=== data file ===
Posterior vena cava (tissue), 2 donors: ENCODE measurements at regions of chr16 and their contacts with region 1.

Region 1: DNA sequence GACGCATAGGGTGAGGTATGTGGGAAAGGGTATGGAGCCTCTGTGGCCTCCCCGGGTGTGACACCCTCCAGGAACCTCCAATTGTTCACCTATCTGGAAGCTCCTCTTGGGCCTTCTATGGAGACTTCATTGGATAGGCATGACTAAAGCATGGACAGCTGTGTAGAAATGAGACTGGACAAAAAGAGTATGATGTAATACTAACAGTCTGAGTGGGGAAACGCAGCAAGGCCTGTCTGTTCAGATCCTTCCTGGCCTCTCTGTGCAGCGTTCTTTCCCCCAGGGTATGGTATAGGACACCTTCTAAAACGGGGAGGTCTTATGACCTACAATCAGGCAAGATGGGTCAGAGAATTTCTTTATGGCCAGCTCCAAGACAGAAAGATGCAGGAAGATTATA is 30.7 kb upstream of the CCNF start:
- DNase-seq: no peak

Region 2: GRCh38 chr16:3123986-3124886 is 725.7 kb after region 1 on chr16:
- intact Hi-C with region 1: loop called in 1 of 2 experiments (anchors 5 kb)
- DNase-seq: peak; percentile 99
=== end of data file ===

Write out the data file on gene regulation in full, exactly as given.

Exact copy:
Posterior vena cava (tissue), 2 donors: ENCODE measurements at regions of chr16 and their contacts with region 1.

Region 1: DNA sequence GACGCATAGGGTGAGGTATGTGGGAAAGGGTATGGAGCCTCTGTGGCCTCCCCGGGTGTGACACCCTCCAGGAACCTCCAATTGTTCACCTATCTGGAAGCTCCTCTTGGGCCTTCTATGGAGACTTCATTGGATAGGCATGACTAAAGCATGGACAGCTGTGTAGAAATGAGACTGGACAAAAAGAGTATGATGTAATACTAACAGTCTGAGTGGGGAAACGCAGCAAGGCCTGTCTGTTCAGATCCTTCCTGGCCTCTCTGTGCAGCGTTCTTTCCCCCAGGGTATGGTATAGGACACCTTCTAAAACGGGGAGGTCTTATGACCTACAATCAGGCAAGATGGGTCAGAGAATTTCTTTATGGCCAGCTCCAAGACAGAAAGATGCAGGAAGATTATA is 30.7 kb upstream of the CCNF start:
- DNase-seq: no peak

Region 2: GRCh38 chr16:3123986-3124886 is 725.7 kb after region 1 on chr16:
- intact Hi-C with region 1: loop called in 1 of 2 experiments (anchors 5 kb)
- DNase-seq: peak; percentile 99